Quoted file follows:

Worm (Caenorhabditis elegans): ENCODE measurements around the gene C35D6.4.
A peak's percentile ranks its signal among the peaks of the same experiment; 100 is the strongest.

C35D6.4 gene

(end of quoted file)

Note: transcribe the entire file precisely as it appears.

Worm (Caenorhabditis elegans): ENCODE measurements around the gene C35D6.4.
A peak's percentile ranks its signal among the peaks of the same experiment; 100 is the strongest.

C35D6.4 gene